Selasa, 07 Juni 2011

Introduction of The Cell Nucleus

The nucleus contains a blueprint for all cell structures and activities, encoded in the DNA of the chromosomes. It also contains the molecular machinery to replicate its DNA and to synthesize and process the three types of RNA : ribosomal (rRNA), messenger (mRNA), and transfer (tRNA). Mitochondria have a small DNA genome and produce RNAs to be used in this organelle, but the genome is so small that it is not sufficient even for the mitochondrion itself. On the other hand, the nucleus does not produce proteins; the numerous protein molecules needed for the activities of the nucleus are imported from the cytoplasm.
The nucleus frequently appears as a rounded or elongated structure, usually in the center of the cell (Figure 3-1). Its main components are the nuclear envelope, chromatin (Figures 3-2 and 3-3), nucleolus, and nuclear matrix. The size and morphological features of nuclei in a specific normal tissue tend to be uniform. In contrast, the nuclei in cancer cells have an irregular shape, variable size, and atypical chromatin patterns.

Figure 3-1
Liver cells (hepatocytes). Several dark-stained nuclei are shown. Note the apparent nuclear membrane consisting mainly of a superficial condensation of chromatin. Several nucleoli are seen inside the nuclei, suggesting intense protein synthesis. One hepatocyte contains two nuclei. Pararosaniline–toluidine blue (PT) stain. Medium magnification.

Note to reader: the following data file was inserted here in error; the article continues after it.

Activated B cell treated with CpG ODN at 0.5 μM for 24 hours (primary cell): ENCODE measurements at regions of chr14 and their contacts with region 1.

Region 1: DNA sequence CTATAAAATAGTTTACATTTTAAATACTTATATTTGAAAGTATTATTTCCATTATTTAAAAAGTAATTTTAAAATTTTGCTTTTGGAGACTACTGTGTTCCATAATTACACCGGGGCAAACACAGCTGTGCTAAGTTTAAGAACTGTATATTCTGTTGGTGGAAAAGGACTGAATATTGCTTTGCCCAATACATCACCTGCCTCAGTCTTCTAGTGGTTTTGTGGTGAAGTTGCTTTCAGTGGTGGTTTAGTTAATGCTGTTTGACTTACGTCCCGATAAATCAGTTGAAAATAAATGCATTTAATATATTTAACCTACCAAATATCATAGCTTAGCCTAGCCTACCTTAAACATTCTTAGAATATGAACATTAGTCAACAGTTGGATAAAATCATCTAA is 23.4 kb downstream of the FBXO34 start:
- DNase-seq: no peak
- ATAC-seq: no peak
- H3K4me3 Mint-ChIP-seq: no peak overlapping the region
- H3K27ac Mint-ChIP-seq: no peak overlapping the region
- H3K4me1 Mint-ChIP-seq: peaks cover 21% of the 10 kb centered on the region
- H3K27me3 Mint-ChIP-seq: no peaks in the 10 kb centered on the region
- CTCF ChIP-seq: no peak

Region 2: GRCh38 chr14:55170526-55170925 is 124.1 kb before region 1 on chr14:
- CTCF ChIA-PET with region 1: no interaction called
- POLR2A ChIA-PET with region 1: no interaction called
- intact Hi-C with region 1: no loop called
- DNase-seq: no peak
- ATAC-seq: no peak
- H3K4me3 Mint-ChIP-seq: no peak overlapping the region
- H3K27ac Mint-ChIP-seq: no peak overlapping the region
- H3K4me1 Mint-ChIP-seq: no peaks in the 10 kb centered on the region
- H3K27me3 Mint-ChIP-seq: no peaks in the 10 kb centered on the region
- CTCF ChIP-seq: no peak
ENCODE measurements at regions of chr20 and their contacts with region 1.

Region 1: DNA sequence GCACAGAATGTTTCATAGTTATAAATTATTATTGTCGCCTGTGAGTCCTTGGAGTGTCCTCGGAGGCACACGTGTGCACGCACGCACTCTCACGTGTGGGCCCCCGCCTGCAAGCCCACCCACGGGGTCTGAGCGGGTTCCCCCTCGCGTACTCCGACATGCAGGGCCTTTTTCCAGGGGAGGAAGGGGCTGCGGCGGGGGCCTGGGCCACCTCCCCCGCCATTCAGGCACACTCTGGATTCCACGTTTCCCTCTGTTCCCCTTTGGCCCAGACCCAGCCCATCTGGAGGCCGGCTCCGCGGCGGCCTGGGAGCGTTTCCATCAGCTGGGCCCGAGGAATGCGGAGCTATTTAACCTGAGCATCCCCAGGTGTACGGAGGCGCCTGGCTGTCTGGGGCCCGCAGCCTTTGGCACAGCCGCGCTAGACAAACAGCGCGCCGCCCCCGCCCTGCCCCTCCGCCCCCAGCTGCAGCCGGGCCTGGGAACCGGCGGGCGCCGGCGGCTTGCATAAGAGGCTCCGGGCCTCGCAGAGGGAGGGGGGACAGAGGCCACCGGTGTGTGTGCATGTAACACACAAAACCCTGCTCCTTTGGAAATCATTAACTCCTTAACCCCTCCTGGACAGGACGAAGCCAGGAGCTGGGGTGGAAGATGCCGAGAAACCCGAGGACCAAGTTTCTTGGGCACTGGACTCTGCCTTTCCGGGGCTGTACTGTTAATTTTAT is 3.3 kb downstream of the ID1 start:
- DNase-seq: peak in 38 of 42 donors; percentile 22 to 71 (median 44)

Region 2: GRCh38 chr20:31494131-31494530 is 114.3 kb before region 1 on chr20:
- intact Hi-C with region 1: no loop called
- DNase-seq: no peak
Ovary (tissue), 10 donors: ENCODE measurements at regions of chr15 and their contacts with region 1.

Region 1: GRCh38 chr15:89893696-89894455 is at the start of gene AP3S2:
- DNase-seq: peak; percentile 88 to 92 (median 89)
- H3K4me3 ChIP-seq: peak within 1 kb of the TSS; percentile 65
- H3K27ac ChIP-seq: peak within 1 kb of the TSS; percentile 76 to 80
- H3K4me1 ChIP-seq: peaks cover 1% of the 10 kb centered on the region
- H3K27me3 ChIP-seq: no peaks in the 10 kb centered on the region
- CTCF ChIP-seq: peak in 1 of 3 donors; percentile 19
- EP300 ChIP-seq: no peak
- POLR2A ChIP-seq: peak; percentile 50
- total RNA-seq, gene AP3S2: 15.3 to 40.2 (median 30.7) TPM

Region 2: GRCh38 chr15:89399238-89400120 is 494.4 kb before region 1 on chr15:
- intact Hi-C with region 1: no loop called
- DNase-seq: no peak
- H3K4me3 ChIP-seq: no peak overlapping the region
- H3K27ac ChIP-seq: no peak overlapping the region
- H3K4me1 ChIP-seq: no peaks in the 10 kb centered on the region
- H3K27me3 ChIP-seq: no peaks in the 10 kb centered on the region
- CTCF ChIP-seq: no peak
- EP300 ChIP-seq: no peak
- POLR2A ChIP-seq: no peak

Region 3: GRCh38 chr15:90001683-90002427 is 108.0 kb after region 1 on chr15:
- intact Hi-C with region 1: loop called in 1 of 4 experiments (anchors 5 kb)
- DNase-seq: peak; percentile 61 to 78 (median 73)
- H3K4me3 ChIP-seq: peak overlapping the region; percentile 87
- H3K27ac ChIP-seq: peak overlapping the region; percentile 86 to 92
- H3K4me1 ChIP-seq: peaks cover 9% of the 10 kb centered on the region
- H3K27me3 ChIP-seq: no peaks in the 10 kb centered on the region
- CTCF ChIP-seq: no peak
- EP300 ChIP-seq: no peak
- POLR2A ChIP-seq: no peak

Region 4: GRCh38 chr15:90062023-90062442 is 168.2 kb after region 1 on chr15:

Figure 3-2

Schematic representation of a cell nucleus. The nuclear envelope is composed of two membranes of the endoplasmic reticulum, enclosing a perinuclear cisterna. Where the two membranes fuse, they form nuclear pores. Ribosomes are attached to the outer nuclear membrane. Heterochromatin clumps are associated with the nuclear lamina, whereas the euchromatin (EC) appears dispersed in the interior of the nucleus. In the nucleolus, note the associated chromatin, heterochromatin (Hc), the pars granulosa (G), and the pars fibrosa (F).

Figure 3-3
 
Three-dimensional representation of a cell nucleus showing the distribution of the nuclear pores, the heterochromatin (dark regions), the euchromatin (light regions), and a nucleolus. Note that there is no chromatin closing the pores. The number of nuclear pores varies greatly from cell to cell.

References
Cooper GM: The Cell: A Molecular Approach. ASM Press/Sinauer Associates, Inc., 1997.
Doye V, Hurt E: From nucleoporins to nuclear pore complexes. Curr Opin Cell Biol 1997;9:401. [PMID: 9159086]
Duke RC et al: Cell suicide in health and disease. Sci Am 1996;275(6):48.
Fawcett D: The Cell, 2nd ed. Saunders, 1981.
Goodman SR: Medical Cell Biology. Lippincott, 1994.
Jordan EG, Cullis CA (editors): The Nucleolus. Cambridge University Press, 1982.
Kornberg RD, Klug A: The nucleosome. Sci Am 1981;244:52. [PMID: 7209486]
Krstíc RV: Ultrastructure of the Mammalian Cell. Springer-Verlag, 1979.
Lloyd D et al: The Cell Division Cycle. Academic Press, 1982.
Mélèse T, Xue Z: The nucleolus: an organelle formed by the act of building a ribosome. Curr Opin Cell Biol 1995;7:319. [PMID: 15900607]
Trent RJ: Molecular Medicine. An Introductory Text for Students. Churchill Livingstone, 1993.
Watson JD et al: Recombinant DNA, 2nd ed. Scientific American Books, 1992.

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